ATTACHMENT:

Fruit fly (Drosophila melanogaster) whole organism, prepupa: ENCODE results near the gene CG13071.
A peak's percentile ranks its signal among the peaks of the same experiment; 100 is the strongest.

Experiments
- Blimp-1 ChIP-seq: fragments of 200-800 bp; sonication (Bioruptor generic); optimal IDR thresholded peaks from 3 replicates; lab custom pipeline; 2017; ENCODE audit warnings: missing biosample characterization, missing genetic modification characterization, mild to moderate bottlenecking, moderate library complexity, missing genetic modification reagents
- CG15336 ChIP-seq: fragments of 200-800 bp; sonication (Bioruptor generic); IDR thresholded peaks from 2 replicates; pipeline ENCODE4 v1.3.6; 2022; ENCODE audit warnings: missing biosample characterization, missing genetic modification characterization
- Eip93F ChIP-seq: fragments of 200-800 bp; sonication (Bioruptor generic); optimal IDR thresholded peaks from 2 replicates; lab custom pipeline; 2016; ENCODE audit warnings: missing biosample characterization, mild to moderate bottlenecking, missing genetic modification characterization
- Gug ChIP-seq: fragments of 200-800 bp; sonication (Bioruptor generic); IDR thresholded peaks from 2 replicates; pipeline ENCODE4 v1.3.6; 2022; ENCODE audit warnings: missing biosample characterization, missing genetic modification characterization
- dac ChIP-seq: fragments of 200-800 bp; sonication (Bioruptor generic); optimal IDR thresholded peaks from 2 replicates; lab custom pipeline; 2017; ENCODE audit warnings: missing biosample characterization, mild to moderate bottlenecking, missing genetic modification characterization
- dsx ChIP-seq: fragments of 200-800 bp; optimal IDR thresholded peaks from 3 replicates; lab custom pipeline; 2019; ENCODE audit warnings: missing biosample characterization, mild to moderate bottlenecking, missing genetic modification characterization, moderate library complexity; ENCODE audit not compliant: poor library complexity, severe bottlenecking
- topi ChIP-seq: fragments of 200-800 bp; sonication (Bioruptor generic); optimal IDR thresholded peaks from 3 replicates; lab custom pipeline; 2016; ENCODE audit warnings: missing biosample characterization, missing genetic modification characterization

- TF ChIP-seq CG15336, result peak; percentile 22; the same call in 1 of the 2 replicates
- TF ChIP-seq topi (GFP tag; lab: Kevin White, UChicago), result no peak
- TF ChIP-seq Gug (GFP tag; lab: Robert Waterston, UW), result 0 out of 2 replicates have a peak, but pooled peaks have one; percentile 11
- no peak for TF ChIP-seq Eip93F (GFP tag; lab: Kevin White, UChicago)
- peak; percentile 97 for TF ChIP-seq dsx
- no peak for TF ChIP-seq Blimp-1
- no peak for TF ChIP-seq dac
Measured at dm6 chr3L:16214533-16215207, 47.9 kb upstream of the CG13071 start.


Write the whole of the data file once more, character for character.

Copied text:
Fruit fly (Drosophila melanogaster) whole organism, prepupa: ENCODE results near the gene CG13071.
A peak's percentile ranks its signal among the peaks of the same experiment; 100 is the strongest.

Experiments
- Blimp-1 ChIP-seq: fragments of 200-800 bp; sonication (Bioruptor generic); optimal IDR thresholded peaks from 3 replicates; lab custom pipeline; 2017; ENCODE audit warnings: missing biosample characterization, missing genetic modification characterization, mild to moderate bottlenecking, moderate library complexity, missing genetic modification reagents
- CG15336 ChIP-seq: fragments of 200-800 bp; sonication (Bioruptor generic); IDR thresholded peaks from 2 replicates; pipeline ENCODE4 v1.3.6; 2022; ENCODE audit warnings: missing biosample characterization, missing genetic modification characterization
- Eip93F ChIP-seq: fragments of 200-800 bp; sonication (Bioruptor generic); optimal IDR thresholded peaks from 2 replicates; lab custom pipeline; 2016; ENCODE audit warnings: missing biosample characterization, mild to moderate bottlenecking, missing genetic modification characterization
- Gug ChIP-seq: fragments of 200-800 bp; sonication (Bioruptor generic); IDR thresholded peaks from 2 replicates; pipeline ENCODE4 v1.3.6; 2022; ENCODE audit warnings: missing biosample characterization, missing genetic modification characterization
- dac ChIP-seq: fragments of 200-800 bp; sonication (Bioruptor generic); optimal IDR thresholded peaks from 2 replicates; lab custom pipeline; 2017; ENCODE audit warnings: missing biosample characterization, mild to moderate bottlenecking, missing genetic modification characterization
- dsx ChIP-seq: fragments of 200-800 bp; optimal IDR thresholded peaks from 3 replicates; lab custom pipeline; 2019; ENCODE audit warnings: missing biosample characterization, mild to moderate bottlenecking, missing genetic modification characterization, moderate library complexity; ENCODE audit not compliant: poor library complexity, severe bottlenecking
- topi ChIP-seq: fragments of 200-800 bp; sonication (Bioruptor generic); optimal IDR thresholded peaks from 3 replicates; lab custom pipeline; 2016; ENCODE audit warnings: missing biosample characterization, missing genetic modification characterization

- TF ChIP-seq CG15336, result peak; percentile 22; the same call in 1 of the 2 replicates
- TF ChIP-seq topi (GFP tag; lab: Kevin White, UChicago), result no peak
- TF ChIP-seq Gug (GFP tag; lab: Robert Waterston, UW), result 0 out of 2 replicates have a peak, but pooled peaks have one; percentile 11
- no peak for TF ChIP-seq Eip93F (GFP tag; lab: Kevin White, UChicago)
- peak; percentile 97 for TF ChIP-seq dsx
- no peak for TF ChIP-seq Blimp-1
- no peak for TF ChIP-seq dac
Measured at dm6 chr3L:16214533-16215207, 47.9 kb upstream of the CG13071 start.